EKS Access

How to access your Opta EKS Cluster

EKS Access

As each Kubernetes cluster maintains its own cloud-agnostic rbac system to govern its own usage, extra steps must be taken on each cloud provider to reconcile the given cloud’s IAM with the cluster’s. For EKS, this is done via the aws-auth configmap stored in the kube-system namespace (see here for the official documentation). This configmap is essentially a mapping stating “AWS IAM user/role X is in group/has permissions A, B, C” in this cluster. An admin can view this configmap via this command kubectl get cm -n kube-system aws-auth -o yaml and these configmaps typically look like so:

apiVersion: v1
data: # NOTE there are separate sections for AWS IAM Users and AWS IAM roles.
  mapRoles: |
    - groups: ['system:bootstrappers', 'system:nodes']
      rolearn: arn:aws:iam::ACCOUNT_ID:role/opta-live-example-dev-eks-default-node-group
      username: system:node:{{EC2PrivateDNSName}}
    - groups: ['system:bootstrappers', 'system:nodes']
      rolearn: arn:aws:iam::ACCOUNT_ID:role/opta-live-example-dev-eks-nodegroup1-node-group
      username: system:node:{{EC2PrivateDNSName}}
    - groups: ['system:masters']
      rolearn: arn:aws:iam::ACCOUNT_ID:role/live-example-dev-live-example-dev-deployerrole
      username: opta-managed    
  mapUsers: |
    - groups: ['system:masters']
      userarn: arn:aws:iam::ACCOUNT_ID:user/live-example-dev-live-example-dev-deployeruser
      username: opta-managed    

Note: the IAM user/role who created the cluster is always considered root/admin and does not appear

As you can see, each entry has the following fields:

  • rolearn/userarn: the arn of the AWS IAM user/role to link.
  • username: the human-friendly distinct name/alias to recognize the rbac request from.
  • groups: the list of Kubernetes rbac groups to give the role/user access to.

Please refer to the official docs for full details, but note that if you want admin privileges, you simply need the system:masters group. For convenience, Opta has exposed a field in the k8s-base module for AWS known as admin_arns, which is where users can quickly add IAM users/roles to add as admins without dealing with Kubernetes directly.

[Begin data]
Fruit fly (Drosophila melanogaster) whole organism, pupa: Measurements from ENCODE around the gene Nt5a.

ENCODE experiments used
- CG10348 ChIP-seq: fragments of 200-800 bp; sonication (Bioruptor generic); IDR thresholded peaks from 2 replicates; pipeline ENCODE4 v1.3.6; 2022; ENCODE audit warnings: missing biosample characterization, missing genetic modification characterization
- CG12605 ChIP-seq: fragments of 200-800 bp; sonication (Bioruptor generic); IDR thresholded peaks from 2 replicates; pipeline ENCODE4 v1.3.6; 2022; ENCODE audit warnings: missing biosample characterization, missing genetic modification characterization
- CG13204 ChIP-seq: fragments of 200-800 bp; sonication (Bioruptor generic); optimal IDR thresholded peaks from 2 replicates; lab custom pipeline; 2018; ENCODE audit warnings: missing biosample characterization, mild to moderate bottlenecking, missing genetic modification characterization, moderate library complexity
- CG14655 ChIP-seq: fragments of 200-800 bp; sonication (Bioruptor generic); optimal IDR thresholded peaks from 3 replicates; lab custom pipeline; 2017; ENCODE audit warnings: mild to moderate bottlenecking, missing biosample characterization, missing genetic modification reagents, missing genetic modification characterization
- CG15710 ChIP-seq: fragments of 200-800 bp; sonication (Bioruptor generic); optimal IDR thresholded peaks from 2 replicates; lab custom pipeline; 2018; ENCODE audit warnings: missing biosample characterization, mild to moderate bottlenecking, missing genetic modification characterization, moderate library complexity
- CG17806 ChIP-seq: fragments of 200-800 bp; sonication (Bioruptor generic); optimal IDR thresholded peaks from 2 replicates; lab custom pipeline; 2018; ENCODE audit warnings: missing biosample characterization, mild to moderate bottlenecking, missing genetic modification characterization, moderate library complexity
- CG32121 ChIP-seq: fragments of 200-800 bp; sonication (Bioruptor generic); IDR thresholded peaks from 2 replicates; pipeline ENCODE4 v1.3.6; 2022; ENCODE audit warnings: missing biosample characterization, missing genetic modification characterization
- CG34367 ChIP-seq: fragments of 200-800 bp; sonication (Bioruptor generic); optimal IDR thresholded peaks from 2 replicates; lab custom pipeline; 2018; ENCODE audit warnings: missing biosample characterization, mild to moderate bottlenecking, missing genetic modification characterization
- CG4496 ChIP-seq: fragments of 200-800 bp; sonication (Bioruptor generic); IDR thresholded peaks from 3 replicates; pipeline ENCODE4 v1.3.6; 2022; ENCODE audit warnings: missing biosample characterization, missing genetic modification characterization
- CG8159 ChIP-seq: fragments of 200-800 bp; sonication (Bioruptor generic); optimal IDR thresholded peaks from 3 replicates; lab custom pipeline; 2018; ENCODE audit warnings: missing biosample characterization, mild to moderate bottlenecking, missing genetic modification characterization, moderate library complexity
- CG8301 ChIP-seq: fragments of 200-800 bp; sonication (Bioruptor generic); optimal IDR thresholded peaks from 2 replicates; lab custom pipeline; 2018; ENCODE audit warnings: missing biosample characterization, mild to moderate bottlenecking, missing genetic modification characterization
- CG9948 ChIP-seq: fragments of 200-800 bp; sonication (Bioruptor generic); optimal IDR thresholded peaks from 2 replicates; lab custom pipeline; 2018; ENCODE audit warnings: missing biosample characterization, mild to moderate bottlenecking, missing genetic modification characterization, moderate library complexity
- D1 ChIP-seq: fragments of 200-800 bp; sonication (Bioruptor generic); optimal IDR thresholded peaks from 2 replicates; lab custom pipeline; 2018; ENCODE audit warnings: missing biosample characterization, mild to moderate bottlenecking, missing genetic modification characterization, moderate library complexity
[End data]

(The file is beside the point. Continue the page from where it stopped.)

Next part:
name: staging
org_name: my-org
providers:
  aws:
    region: us-east-1
    account_id: XXXX # Your 12 digit AWS account id
modules:
  - type: base
  - type: dns
    domain: staging.startup.com
    subdomains:
      - hello
  - type: k8s-cluster
  - type: k8s-base
    admin_arns:
      - "arn:aws:iam::XXXX:user/my-user"
      - "arn:aws:iam::XXXX:role/my-role"

K8s RBAC Groups

Admittedly, Kubernetes rbac groups are currently difficult to view, but you should be able to see details the current ones with the following command (you will need jq installed): kubectl get clusterrolebindings -o json | jq -r '.items[] | select(.subjects[0].kind=="Group") and kubectl get rolebindings -A -o json | jq -r '.items[] | select(.subjects[0].kind=="Group") (none for this by default).

Essentially an rbac group is created by creating a ClusterRoleBinding (or RoleBinding for namespace-limited permissions) between the CluterRole/Role whose permissions you want to give and a new or pre-existing Group to give it to. Take the following yaml for instace:

apiVersion: rbac.authorization.k8s.io/v1
kind: ClusterRoleBinding
metadata:
  name: my-cluster-role-binding
roleRef:
  apiGroup: rbac.authorization.k8s.io
  kind: ClusterRole
  name: system:discovery
subjects:
- apiGroup: rbac.authorization.k8s.io
  kind: Group
  name: my-group

For this case, this ClusterRoleBinding says “give all member of the Group named my-group all the permissions of the ClusterRole named system:discovery on all namespaces” (you can bind to ServiceAccounts as well, please see the docs for more details).

Conclusion

So, to summarize:

  • If you wish to add an IAM role/user to be an admin in the K8s cluster, go ahead and use the admin_arns field for the AWS k8s-base module
  • If you wish to add an IAM role/user to a different set of K8s permissions already found in a pre-existing group, go ahead and manually add them in the aws-auth configmap on the kube-system namespace
  • If you wish to create a new K8s group to capture a new set of permissions, go ahead and do so with role binding/cluster role bindings.

Last modified May 23, 2022 : Docs for new release (#191) (ba6432d)